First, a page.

Dear readers, please accept my apologies for the length of the following response to Bruce Wiley’s opinion piece entitled, “Questions need asked and answered about state rep candidate,” which unfortunately appeared in this newspaper July 24. A short letter to the editor would not have sufficed to address all the points in need of clarification and further comment.
Wiley, it would seem, has a bone to pick with lots of people. He apparently knows what is in their very hearts and minds as he claims to know their motivations and intentions. Some of the folks he highlighted in his voluminous article may wish to respond in their own way to his accusations, innuendo, and erroneous version of the facts. I will set the record straight about just one of the good people he targeted.
Most people wear several hats simultaneously in life, metaphorically speaking, of course. People are parents, employees, choir members, small business owners, volunteers, PTA members, caregivers, etc. I would like to make a few points regarding Wiley’s column first in my capacity as campaign manager and then as a citizen and voter.
First, it must be difficult to write an opinion piece of any merit about a candidate one has never even met or attempted to interview. Wiley claims that he wants to know more about Tony Barton, candidate for the Kansas House, but he made no efforts to speak with Tony Barton.  None.  
Mr. Wiley, Tony is very easy to contact by phone or by email through our campaign website.  Too bad you did not care to do so. But then, perhaps writing a venomous, sarcastic column filled with inaccuracies was more to your taste than getting to know and perhaps even discovering that you like this good man who is trying to stand up for his community in a worthwhile way.
Second, for a man whom Wiley does not know and about whom he has no real knowledge, he certainly seems to have an intense dislike and mistrust of Tony. One wonders why.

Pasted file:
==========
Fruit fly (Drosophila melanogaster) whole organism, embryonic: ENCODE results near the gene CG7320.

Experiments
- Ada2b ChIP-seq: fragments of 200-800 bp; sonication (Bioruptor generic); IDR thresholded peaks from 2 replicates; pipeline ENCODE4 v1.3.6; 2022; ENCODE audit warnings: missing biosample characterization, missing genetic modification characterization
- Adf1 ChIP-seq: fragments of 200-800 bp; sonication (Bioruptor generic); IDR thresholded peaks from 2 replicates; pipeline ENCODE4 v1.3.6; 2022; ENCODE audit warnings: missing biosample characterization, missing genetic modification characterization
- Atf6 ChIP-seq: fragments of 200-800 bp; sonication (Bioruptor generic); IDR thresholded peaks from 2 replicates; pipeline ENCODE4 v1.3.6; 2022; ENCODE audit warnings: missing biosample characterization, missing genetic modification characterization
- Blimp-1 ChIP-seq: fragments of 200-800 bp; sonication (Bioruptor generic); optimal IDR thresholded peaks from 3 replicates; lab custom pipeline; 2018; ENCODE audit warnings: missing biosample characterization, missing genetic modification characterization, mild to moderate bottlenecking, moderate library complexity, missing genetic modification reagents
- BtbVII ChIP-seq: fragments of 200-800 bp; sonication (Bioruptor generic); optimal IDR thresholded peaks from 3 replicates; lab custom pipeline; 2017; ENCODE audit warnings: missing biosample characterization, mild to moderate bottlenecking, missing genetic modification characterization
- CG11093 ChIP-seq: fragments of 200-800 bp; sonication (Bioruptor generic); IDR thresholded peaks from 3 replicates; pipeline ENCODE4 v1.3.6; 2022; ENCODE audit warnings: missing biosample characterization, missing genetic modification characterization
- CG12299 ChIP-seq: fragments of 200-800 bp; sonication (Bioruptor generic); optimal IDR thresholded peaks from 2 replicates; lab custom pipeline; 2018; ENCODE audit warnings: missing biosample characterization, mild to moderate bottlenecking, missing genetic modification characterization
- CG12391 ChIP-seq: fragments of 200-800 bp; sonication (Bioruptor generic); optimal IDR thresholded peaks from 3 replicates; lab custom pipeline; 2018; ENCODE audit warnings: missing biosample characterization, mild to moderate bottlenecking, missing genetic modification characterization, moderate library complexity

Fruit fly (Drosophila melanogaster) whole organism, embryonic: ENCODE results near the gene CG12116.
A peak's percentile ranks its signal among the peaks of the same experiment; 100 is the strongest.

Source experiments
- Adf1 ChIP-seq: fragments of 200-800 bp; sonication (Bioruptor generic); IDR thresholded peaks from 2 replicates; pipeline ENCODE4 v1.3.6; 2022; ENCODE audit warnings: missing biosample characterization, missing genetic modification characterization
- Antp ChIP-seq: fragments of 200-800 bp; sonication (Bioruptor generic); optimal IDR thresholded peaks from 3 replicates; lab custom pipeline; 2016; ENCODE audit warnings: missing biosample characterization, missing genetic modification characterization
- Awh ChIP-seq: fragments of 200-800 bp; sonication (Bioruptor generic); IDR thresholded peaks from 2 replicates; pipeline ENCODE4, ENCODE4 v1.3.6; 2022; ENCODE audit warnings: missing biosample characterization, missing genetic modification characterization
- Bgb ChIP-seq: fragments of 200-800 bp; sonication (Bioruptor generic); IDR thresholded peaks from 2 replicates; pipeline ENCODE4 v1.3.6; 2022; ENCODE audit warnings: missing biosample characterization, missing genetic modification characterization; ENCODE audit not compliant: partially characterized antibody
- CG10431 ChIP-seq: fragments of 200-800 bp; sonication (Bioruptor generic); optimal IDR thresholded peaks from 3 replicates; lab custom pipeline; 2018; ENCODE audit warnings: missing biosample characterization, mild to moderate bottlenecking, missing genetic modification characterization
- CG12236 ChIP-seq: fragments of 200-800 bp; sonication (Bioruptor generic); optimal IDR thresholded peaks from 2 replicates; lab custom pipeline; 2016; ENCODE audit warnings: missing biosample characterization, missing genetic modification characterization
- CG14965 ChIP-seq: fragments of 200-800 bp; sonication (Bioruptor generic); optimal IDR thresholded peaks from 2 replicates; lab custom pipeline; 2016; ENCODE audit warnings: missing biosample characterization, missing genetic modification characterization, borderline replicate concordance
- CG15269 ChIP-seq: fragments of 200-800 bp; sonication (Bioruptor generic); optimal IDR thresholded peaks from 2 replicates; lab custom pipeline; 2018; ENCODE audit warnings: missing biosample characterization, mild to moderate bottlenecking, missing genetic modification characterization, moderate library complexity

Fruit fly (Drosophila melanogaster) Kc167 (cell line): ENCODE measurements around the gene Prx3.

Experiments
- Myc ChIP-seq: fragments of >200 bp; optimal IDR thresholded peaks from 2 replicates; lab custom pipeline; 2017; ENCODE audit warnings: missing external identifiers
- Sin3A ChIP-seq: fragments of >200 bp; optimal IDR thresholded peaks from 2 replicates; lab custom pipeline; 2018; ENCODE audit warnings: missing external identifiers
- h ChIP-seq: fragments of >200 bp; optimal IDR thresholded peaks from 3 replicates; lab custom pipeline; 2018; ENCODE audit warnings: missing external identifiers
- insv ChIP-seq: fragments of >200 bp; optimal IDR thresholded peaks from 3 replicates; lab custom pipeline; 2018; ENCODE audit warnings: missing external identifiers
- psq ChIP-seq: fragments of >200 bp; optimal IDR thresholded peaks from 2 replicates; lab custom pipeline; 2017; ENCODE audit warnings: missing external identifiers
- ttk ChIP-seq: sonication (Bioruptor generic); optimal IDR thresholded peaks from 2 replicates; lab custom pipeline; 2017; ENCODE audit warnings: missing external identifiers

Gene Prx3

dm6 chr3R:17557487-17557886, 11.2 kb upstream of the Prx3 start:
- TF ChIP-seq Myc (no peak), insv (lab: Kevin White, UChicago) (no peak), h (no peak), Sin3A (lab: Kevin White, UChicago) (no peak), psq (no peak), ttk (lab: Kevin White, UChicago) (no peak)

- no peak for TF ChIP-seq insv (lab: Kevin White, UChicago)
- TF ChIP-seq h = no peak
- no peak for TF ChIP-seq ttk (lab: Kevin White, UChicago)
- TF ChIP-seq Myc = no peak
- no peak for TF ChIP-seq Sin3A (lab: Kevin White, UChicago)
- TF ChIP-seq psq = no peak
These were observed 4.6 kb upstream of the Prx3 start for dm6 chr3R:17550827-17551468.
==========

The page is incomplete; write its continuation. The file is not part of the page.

Third, regarding Wiley’s accusations against Karen Angell and her involvement with the Tony Barton campaign, anyone can write a letter to the editor, Mr. Wiley, even Angell in her capacity as a minister. You state in your column that “these politicians have their fingerprints all over reducing the average citizen’s rights.” Does not Angell have the right to her opinion about the disintegration of religious freedom in America even though she also volunteers for Tony’s campaign?  Are you advocating a reduction of her First Amendment right to free speech? In addition, I would point out Angell does not serve on an “election committee.” She is one of many volunteers for the Tony Barton campaign. And, one more thing: if you want to be taken seriously as a columnist, you should refrain from misquoting people as you did when you stated that Angell “told us she had discovered Barton at a breakfast she attended the previous week.”
Up to this point in Wiley’s opinion piece, I actually was somewhat amused. The first three columns of the article were, in my opinion, scattered, filled with supposition stated as fact, and not exactly cogent. But then, Wiley turned a corner and took his comments a step too far when he attempted to link the corruption of the now defunct Angel Food Ministries to Tony Barton and New Life Fellowship Church. If Wiley truly did the research he claims to have done and had he fully disclosed all of the information he surely found online as easily as I did, he would have included in his column the following facts: Angel Food Ministries operated for 17 years helping to feed 500,000 people each month by offering reduced priced boxes of groceries. The majority of the work was done by more than 100,000 volunteers throughout 45 states with more than 4,700 non-profits and churches across the nation, like New Life Fellowship, acting as host sites for the food distribution. To imply that Tony, his church or any of the other churches, food banks, and non-profits that served as host sites were participatory in or even tainted by the founders’ eventual corruption and misconduct is profoundly wrong.